U.S. shale oil production in April was set for its biggest monthly increase since October as output in the Permian Basin, America’s fastest growing shale oil region, was expected to hit another record high, government data showed on Monday.
Total shale oil production was expected to rise 109,000 barrels per day to 4.96 million bpd, according to the U.S. Energy Information Administration’s drilling productivity report.
Oil production in the Permian Basin in Texas and New Mexico, the largest U.S. shale oil field, was set to rise 79,000 bpd to 2.29 million bpd, the highest level on records dating back to 2007.
In the Eagle Ford region in Texas, output was expected to grow nearly 28,000 bpd to 1.14 million bpd, the highest level since November.
Production in the Bakken, however, was set to drop 10,000 bpd to 964,000 bpd, the only month-on-month decline across all seven basins used in the report. That would be the third consecutive monthly decline in the North Dakota basin.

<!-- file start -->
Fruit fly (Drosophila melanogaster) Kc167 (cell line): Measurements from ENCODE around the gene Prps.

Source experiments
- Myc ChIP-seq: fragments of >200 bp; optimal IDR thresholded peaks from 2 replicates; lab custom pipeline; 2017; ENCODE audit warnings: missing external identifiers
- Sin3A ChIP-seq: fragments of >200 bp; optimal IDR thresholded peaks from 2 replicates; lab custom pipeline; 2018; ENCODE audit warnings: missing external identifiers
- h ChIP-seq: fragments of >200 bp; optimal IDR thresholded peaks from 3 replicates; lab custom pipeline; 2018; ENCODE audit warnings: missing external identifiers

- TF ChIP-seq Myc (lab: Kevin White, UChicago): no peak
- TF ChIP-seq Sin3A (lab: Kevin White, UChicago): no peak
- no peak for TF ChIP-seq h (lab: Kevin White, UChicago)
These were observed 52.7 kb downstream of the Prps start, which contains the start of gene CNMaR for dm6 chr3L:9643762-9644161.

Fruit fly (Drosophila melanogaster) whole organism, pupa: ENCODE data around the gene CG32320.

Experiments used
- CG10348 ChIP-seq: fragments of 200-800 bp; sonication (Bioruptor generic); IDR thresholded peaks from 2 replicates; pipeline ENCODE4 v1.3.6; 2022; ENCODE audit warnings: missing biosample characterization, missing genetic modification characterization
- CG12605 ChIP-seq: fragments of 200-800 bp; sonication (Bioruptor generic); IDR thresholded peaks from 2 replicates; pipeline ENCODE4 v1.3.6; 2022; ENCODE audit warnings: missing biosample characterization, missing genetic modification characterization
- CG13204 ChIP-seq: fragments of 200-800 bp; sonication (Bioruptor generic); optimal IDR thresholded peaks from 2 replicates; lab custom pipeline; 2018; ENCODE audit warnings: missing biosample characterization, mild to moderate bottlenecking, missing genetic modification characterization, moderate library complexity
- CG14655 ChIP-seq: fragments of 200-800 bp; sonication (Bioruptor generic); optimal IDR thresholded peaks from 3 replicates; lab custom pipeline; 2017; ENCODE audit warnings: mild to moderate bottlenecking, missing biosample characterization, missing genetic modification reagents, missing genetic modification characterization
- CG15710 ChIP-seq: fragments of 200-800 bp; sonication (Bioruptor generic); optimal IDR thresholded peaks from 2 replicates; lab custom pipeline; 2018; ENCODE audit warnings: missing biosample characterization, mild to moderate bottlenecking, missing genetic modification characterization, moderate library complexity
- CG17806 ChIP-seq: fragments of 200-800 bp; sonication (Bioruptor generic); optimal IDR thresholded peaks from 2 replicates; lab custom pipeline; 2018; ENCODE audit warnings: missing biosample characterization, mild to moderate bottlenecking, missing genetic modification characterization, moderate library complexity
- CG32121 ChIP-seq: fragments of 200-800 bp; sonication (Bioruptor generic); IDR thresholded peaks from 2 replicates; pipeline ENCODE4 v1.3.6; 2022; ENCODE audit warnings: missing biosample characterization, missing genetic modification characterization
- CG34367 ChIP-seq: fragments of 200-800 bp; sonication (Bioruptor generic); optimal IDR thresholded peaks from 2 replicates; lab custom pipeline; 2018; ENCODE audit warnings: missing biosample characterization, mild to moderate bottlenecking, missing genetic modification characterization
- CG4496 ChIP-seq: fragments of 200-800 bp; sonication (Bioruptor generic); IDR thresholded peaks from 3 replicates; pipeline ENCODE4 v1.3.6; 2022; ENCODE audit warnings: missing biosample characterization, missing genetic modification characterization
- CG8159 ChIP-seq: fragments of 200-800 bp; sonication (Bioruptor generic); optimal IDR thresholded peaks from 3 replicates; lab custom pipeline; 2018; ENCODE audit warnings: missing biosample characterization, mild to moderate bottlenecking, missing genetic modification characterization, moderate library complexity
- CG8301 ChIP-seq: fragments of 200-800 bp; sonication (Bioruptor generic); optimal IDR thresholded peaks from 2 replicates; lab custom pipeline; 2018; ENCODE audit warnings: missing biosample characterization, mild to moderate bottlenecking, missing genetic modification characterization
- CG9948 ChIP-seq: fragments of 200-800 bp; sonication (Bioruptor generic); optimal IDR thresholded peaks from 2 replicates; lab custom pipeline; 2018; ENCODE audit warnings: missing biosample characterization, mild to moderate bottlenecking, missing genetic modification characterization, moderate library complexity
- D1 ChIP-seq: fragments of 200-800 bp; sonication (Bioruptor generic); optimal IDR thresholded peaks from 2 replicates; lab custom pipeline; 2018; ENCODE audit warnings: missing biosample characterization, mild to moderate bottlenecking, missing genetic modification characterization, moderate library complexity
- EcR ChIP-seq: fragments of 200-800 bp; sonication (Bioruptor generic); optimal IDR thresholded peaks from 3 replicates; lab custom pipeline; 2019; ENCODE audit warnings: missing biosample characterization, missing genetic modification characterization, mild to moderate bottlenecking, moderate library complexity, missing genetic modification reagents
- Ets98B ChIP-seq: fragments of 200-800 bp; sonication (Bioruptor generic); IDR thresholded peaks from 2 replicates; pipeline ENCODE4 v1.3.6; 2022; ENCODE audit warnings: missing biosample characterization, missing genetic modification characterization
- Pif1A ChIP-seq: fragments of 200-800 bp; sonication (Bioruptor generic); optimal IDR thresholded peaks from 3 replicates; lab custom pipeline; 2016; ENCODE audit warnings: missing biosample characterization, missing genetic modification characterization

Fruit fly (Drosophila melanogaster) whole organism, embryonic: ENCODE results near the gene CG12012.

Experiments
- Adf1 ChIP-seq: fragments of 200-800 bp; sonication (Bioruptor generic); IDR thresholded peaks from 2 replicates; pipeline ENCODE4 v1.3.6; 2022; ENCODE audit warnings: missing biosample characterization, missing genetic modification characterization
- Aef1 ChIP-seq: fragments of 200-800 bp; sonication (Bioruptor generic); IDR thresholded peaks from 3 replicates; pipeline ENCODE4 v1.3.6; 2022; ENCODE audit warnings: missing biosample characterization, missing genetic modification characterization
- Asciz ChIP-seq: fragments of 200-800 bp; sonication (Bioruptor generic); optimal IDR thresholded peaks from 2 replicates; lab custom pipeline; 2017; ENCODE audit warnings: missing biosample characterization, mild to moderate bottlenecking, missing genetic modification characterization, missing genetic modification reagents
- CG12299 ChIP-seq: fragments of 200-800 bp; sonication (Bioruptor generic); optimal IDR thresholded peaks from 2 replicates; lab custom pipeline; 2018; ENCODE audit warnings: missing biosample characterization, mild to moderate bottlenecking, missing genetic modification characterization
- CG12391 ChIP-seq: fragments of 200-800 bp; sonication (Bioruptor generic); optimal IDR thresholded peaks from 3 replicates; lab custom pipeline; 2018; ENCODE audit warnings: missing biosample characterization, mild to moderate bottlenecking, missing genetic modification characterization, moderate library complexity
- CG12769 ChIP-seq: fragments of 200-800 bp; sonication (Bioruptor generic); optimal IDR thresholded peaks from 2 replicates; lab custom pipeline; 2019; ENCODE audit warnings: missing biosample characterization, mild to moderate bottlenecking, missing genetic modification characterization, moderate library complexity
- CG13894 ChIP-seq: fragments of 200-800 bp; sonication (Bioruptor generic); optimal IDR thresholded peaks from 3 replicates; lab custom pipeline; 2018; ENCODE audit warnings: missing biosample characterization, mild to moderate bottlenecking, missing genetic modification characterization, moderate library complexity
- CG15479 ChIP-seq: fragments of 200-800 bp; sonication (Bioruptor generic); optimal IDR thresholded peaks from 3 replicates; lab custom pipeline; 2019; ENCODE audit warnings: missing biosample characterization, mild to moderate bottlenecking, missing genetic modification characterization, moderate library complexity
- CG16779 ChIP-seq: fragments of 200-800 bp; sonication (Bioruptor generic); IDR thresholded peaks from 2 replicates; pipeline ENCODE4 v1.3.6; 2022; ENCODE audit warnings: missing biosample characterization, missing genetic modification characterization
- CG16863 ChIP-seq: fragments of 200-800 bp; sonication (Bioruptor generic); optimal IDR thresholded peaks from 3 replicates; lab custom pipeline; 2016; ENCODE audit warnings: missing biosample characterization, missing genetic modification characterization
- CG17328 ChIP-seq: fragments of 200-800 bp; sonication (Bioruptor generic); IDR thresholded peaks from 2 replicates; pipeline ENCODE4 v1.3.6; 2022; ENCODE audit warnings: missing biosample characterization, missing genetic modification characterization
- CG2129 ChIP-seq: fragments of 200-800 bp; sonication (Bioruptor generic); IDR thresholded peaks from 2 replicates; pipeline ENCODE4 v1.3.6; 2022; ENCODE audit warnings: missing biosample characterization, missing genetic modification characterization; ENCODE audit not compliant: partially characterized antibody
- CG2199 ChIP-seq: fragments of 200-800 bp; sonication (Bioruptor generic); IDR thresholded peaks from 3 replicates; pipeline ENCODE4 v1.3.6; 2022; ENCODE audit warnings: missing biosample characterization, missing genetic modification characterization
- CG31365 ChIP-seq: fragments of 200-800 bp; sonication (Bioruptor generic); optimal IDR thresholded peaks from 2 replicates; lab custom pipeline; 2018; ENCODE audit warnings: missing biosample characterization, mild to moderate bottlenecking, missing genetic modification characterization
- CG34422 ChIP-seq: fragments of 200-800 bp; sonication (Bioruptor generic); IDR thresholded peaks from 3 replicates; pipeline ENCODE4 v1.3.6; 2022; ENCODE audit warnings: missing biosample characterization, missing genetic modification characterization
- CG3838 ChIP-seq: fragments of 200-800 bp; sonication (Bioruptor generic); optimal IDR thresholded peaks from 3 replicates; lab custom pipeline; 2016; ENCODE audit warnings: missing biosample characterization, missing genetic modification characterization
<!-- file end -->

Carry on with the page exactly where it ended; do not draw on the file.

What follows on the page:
Meanwhile, U.S. natural gas production was projected to increase to a record high 49.6 billion cubic feet per day in April, the EIA said.
That would be up almost 0.6 bcfd from March and would be the fourth monthly increase in a row.
The EIA projected gas output would increase in all of the big shale basins in April, including the Eagle Ford, where production had been declining since January 2016.
Output in the Marcellus formation in Pennsylvania and West Virginia, meanwhile, was set to grow by almost 0.2 bcfd to a record high near 19.2 bcfd in April, a sixth consecutive increase.
EIA also said producers drilled 807 wells and completed 716 in the biggest shale basins in February, leaving total drilled but uncompleted wells (DUCs) up 91 at 5,443, the most since April 2016.